WILD TURKEY SEASONS
Daily limit 1; Possession limit 2
Annual limit 2
Youth Day (male or bearded turkey only): April 3, 2010
Turkey hunting by youth on this day is allowed statewide, but some
game lands will require a permit. See Game Lands section. Each
youth hunting during this season must be accompanied by a
properly licensed adult at least 21 years of age (“Youth” means
a person less than 16 years of age). The adult may accompany
only one youth during any particular hunt, and only one
weapon is allowed per youth hunter. Each youth must have a
“Big Game Harvest Report Card for License-Exempt Hunters”
and report harvests according to instructions in this Digest.
Restrictions It is unlawful to:
* Use dogs during the spring wild turkey season.
*Riffles or muzzleloading rifles to hunt wild turkey.
* Possess live wild turkeys or live birds that are indistinguishable
from wild turkeys.
* Take wild turkeys from an area in which bait has been placed.
(An area is considered baited until 10 days after the bait has
been consumed or otherwise removed.)
* Wild turkeys and deer harvested during the Urban Archery
Season can only be registered by using either the toll-free big
game reporting system or by using the Internet.
POPULATION: 150,000 2009 HARVEST: 12,677
STATEWIDE SEASON DATES: April 10-May 8
POACHER HOTLINE: (800) 662-7137 Tar Heel hunters set a record turkey harvest during the 2009 spring season, and biologists with the North Carolina Wildlife Resources Commission are expecting another high harvest during the 2010 season. Although summer brood surveys have indicated only fair productivity the past three years, productivity in 2008 and the 2009 spring season jake harvest were both up over previous years. That means hunters in some areas of the state may encounter more 2-year-old birds (the age class that tends to gobble most frequently) during the 2010 spring season.
North Carolina has 2 million acres of public hunting land in the NCWRC’s Game Land Program. There are permit hunt opportunities on a number of game lands, including several youth hunts. See the NCWRC’s publication titled Permit Hunting Opportunities in North Carolina for additional information on permit hunts. Turkey hunting on most other game lands is allowed without a special hunt permit, but special regulations apply on some game lands. Refer to the NCWRC’s Regulations Digest for more information on hunting game lands. Go to the state agency’s Web site to view these publications and for additional information on hunting in North Carolina. — Brian Zielinski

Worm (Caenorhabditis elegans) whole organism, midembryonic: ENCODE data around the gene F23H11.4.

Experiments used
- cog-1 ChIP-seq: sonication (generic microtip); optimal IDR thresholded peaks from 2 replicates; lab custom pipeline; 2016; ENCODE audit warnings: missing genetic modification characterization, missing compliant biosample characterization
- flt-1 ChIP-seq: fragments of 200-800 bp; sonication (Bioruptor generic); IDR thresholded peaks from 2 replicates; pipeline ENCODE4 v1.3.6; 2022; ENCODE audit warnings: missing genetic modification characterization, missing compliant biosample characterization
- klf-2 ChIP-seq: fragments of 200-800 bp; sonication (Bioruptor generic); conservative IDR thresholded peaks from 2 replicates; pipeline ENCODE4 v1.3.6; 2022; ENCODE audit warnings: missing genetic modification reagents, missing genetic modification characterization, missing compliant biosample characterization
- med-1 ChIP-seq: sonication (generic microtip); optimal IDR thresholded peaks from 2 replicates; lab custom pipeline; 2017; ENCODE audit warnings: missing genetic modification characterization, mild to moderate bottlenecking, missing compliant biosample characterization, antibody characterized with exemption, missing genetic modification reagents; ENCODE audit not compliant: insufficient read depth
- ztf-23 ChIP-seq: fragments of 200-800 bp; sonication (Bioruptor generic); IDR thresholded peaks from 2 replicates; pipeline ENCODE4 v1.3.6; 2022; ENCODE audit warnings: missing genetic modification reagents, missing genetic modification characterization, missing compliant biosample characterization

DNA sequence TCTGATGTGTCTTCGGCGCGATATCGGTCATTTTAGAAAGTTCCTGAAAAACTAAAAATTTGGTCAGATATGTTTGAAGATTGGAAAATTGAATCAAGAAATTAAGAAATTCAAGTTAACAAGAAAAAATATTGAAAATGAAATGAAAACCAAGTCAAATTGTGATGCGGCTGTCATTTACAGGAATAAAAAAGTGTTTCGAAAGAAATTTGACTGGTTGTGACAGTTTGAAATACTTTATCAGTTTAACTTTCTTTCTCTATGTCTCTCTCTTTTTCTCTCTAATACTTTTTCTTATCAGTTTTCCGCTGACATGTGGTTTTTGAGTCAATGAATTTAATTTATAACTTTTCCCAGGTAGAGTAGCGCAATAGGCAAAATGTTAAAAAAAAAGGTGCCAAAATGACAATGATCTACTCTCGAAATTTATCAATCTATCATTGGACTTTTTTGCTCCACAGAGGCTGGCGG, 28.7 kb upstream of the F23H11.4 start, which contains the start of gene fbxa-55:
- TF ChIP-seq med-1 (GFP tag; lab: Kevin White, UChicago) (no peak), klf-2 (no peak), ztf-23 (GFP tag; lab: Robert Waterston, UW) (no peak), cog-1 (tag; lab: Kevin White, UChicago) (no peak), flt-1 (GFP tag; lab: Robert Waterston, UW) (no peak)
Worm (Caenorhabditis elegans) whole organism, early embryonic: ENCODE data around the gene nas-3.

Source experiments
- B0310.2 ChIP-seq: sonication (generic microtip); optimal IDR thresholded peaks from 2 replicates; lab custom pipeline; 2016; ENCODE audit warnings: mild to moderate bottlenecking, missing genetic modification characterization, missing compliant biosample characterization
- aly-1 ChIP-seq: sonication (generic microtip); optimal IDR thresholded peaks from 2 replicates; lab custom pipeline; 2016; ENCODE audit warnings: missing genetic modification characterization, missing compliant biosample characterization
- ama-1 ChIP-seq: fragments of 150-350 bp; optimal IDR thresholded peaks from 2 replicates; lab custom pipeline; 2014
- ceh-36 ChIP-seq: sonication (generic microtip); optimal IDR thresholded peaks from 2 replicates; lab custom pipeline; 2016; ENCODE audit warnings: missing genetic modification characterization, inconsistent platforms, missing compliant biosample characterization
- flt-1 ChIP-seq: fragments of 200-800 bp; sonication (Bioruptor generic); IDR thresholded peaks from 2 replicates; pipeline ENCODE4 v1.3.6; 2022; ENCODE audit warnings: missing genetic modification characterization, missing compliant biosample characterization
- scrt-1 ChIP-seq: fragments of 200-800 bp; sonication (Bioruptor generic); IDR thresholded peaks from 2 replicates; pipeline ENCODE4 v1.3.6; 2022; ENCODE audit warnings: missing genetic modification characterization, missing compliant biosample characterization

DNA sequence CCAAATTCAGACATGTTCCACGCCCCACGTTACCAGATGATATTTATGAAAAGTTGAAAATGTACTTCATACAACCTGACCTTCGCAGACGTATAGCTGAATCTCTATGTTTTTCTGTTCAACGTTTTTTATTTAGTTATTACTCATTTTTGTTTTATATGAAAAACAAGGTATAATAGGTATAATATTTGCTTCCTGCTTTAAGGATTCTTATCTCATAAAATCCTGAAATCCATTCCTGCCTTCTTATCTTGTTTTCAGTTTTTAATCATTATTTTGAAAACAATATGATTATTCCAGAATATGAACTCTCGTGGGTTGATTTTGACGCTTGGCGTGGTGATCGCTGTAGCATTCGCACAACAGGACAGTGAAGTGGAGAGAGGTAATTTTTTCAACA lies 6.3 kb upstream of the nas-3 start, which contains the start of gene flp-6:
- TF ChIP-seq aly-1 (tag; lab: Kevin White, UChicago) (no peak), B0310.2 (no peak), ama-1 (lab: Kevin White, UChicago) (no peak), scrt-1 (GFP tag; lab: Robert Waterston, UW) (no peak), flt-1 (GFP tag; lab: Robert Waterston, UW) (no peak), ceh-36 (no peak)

What Does a Wild Turkey Look Like?
- The wild turkey is the largest of North America’s game birds.
- Adult males, known as toms or gobblers, normally weigh between 16 and 24 pounds.
- Females, known as hens, are smaller than males and usually weigh between 8 and 10 pounds.
- The largest wild turkey on record weighed 37 pounds.
- Males: Gobblers have iridescent red, green, copper, bronze and gold feathers. They use these bright colors to great advantage when attracting females during breeding season.
- Females: Hens have drab, usually brown or gray feathers. They make great camouflage and hide hens when they sit on their nests.
- Color Phases: A few wild turkeys grow unusually colored feathers. These are known as color phases. There are four color phases, a smokey gray color phase, a melanistic color phase (all black), an erythritic color phase (reddish coloration) and an albino color phase (very rare).
- Males: Males have brightly colored, nearly featherless heads. During breeding season the color of their heads alternates between red, white and blue, often changing in a few seconds.
- Hens: A hen’s head is gray-blue and has some small feathers for camouflage.
- Caruncles and Snoods: Both males and females have fleshy growths on their heads known as caruncles. They also both have snoods, fleshy protrubances that hang over their bills and can be extended or contracted at will. The snood of an adult male is usually much larger than that of a female. No one knows for sure what these growths are for, but both probably developed as ways to attract mates.
- A male turkey grows a cluster of long, hairlike feathers from the center of its chest. This cluster is known as the turkey’s beard.
- On adult males, these beards average about 9 inches long.
- 10 to 20 percent of hens also grow beards.
- The longest beard on record is more than 18 inches long.
- Wild turkey legs are reddish-orange.
- They have four toes on each foot.
- Male wild turkeys grow large spurs on the backs of their lower legs. These spurs are pointed, bony spikes and are used for defense and to establish dominance.
- Spurs can grow up to 2 inches in length. The longest spurs on record are 2.25 inches long.
- Wild turkey tails are usually 12 to 15 inches long and are banded at their tips. The color of the bands in the tail varies by subspecies.
- Male wild turkeys fan their tails when displaying to attract a mate.
- You can usually tell the difference between an adult male (a tom) and a juvenile male (a jake) turkey by looking at a turkey’s tail. All tail feathers of adult males are the same length. The feathers forming the center of a jake’s tail are usually longer than the rest of the feathers in the tail.
Don’t forget your Camouflage Cornhole Boards.
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